Globally, the past decade has witnessed recognition of the need to strengthen health systems. From the publication of the World Health Report published in 2000 which focused on improving performance in health systems to the role of systems thinking for health systems strengthening, researchers and health organizations such as the World Health Organization increasingly suggested that effective health systems are a prerequisite for achieving good health outcomes. Recent examples of studies in which researchers explored the influence of health systems on health care in SSA include: health systems strengthening through insurance subsidies in Rwanda [12], disease control priorities and health systems performance in South Africa [13]; equity in financing and use of health care in Ghana, South Africa and Tanzania [14]; health systems effectiveness with the delivery of intermittent preventive treatment with sulphadoxine-pyrimethamine to pregnant women in Mali [15]; African leadership for sustainable policy and systems research [16]; improving health information systems across five sub-Saharan African countries (Ghana, Mozambique, Rwanda, Tanzania, and Zambia) [17], electricity access in healthcare facilities[18]; human resources for health [19] as well as the deployment of community health workers across rural sub-Saharan Africa[20].

One effort to define health systems and related characteristics was carried out by the WHO. In their seminal book entitled “Strengthening Health Systems to Improve Health Outcomes,” the World Health Organization [21] defined health systems as ‘all the organizations, people, and actions whose primary intent is to promote, restore, or maintain health through efforts that influence the determinants of health as well as direct health-improving activities. The WHO [21] also suggested that regardless of how they are organized, health systems must carry out basic functions known as the ‘six essential building blocks of a health system’ and they include: provide services; develop health workers; provide equitable access to essential medical products, vaccines, and technologies; ensure the use of reliable and timely information on health determinants, health systems performance and status; mobilize and allocate finances; and ensure health system leadership and governance.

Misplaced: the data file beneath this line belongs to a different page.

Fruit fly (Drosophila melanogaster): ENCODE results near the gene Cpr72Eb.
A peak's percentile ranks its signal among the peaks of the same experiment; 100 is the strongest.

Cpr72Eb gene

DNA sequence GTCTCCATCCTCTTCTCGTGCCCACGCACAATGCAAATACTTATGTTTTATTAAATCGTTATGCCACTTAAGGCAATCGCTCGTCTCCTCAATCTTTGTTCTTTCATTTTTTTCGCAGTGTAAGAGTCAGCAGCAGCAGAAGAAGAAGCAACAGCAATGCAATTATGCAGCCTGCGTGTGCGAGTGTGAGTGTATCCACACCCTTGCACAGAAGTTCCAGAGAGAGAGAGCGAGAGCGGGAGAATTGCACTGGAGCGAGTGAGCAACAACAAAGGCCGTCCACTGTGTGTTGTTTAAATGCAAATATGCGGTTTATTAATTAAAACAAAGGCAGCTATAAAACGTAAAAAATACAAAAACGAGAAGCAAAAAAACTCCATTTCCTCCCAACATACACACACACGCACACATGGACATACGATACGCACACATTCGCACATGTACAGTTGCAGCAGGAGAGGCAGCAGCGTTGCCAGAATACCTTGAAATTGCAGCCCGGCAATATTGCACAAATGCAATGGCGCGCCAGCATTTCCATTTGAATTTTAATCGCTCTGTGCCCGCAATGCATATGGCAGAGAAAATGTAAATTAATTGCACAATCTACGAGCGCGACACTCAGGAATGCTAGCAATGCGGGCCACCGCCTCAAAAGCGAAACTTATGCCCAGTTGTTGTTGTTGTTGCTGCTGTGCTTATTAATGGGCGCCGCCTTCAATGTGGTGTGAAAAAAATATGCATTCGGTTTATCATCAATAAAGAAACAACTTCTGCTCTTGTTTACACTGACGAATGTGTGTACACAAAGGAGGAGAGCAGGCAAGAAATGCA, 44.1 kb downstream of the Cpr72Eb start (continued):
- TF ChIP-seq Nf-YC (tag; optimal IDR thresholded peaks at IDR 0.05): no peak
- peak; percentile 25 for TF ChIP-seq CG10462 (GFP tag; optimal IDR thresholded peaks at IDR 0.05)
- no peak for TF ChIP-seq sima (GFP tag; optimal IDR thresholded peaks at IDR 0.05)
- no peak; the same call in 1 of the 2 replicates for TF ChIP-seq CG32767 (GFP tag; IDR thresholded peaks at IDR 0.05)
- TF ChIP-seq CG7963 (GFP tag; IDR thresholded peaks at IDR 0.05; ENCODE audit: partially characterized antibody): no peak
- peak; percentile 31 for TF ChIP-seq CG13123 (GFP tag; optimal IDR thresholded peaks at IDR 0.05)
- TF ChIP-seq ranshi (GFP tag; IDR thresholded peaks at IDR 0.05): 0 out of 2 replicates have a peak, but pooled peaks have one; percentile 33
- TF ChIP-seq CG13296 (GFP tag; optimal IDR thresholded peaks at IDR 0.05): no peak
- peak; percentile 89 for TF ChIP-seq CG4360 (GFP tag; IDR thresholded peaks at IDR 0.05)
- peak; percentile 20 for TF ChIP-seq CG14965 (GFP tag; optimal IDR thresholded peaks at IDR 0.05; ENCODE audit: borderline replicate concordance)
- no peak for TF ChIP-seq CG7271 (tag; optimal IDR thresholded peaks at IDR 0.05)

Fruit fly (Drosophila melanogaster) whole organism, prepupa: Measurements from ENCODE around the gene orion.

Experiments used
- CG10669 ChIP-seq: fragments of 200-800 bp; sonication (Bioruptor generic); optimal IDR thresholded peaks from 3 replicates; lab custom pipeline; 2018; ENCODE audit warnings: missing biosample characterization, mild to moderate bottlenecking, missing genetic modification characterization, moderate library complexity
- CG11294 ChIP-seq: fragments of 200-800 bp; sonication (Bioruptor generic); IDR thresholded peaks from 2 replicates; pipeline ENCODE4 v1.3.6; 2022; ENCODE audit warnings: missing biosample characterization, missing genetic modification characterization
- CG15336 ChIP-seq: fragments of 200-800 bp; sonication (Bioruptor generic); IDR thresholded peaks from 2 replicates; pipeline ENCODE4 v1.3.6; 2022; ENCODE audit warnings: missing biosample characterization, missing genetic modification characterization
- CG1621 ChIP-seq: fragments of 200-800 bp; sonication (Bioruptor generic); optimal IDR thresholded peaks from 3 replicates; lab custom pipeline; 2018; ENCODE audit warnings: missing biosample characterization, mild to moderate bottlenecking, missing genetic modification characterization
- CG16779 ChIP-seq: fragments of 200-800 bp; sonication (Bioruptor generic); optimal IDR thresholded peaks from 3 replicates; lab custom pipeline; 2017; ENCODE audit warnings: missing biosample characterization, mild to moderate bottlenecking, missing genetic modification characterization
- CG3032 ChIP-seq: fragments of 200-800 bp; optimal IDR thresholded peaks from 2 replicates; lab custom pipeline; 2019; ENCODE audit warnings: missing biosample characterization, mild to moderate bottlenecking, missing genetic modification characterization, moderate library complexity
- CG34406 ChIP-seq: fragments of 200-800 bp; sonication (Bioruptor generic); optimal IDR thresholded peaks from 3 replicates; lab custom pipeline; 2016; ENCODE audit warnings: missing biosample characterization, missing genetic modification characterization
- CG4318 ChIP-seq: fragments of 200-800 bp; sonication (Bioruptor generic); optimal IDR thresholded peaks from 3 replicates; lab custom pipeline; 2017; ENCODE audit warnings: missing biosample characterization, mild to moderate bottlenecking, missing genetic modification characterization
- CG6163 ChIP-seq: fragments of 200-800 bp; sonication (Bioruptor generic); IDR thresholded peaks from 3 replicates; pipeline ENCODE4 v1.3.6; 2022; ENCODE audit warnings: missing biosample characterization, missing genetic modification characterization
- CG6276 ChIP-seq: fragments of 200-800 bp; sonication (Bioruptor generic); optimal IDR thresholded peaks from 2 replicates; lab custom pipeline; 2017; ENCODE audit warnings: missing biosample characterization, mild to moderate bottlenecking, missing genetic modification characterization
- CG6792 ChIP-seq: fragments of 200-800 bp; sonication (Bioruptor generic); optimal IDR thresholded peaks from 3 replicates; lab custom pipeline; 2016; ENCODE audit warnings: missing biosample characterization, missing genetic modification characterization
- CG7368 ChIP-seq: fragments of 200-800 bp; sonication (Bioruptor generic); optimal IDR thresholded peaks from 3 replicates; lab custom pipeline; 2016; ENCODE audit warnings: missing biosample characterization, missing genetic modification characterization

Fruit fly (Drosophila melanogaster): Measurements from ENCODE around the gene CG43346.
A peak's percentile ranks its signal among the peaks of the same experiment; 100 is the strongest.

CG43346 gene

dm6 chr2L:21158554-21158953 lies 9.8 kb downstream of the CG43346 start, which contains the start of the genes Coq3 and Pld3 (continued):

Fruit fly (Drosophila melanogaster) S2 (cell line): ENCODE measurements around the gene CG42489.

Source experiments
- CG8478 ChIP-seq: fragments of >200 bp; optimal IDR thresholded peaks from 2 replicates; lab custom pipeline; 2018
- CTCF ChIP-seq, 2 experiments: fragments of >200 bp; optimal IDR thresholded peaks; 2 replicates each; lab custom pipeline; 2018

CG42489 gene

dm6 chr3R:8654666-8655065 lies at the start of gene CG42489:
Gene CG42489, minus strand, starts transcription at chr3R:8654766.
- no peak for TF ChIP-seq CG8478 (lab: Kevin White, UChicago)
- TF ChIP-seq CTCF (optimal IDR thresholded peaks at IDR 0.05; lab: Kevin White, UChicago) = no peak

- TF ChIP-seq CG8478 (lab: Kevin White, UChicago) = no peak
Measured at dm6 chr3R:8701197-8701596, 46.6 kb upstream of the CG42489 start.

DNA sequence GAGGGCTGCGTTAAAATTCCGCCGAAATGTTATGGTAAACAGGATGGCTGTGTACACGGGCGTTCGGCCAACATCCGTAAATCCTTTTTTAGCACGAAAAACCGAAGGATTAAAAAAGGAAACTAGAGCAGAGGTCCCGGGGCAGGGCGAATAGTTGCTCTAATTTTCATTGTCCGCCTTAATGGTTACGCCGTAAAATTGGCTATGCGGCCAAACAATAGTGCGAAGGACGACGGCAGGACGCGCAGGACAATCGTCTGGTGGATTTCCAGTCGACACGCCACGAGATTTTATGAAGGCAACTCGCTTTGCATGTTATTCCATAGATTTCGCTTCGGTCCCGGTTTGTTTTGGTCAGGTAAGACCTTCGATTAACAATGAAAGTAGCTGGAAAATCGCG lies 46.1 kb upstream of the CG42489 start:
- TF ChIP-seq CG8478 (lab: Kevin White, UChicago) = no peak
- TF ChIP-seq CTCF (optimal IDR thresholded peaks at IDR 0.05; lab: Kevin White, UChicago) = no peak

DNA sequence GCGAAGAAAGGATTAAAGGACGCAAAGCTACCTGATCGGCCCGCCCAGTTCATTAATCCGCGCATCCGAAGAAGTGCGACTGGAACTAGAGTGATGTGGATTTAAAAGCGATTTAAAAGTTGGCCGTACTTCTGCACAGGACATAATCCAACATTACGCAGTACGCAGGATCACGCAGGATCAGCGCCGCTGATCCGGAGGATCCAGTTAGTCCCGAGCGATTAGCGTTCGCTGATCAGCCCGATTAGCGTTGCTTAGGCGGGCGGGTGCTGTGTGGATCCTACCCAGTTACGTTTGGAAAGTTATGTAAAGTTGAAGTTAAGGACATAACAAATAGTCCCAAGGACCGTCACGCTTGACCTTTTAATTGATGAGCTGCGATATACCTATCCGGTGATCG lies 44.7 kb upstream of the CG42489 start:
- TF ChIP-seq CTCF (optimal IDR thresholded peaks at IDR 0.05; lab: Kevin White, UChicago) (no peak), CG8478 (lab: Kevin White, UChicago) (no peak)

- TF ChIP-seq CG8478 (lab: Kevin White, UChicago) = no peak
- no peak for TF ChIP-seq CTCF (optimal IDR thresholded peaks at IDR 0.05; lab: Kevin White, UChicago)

However, there are sharp criticisms of the building blocks. Mounier-Jack and colleagues [22], highlighted the advantages and limitations of using the building blocks in applied research. The authors concluded that despite its value with creating common language and shared understanding, it falls short with evaluating the impact of specific interventions on health systems [22]. Similarly, Frenk [23] highlighted the need to move beyond common generalizations about health systems, including the perspective that all health systems can be “defined as a mere list of different organizations or persons that participate in producing health services. Such a definition, he argues, ignores for example, the population which is an essential part of the system [23].

Despite these shortcomings, there is a lack of health systems analysis as applied to hypertension in SSA using either the WHO building blocks or any other model. Instead, recommended actions to improve health systems in SSA often include the need to strengthen health financing [24] and/or removal of user fees [25,26]. However, it is unknown whether other factors and not only user fees or adequate financing alone, play a role with facilitating or hampering access to health systems services that are necessary for achieving optimal hypertension control [25,26]. Given the impact of hypertension, projected to become the most consequential disease burden by 2025 in SSA, the aim of this paper is to critically examine the health systems factors influencing hypertension awareness, treatment, control, and medication adherence in the region.

Methods

Design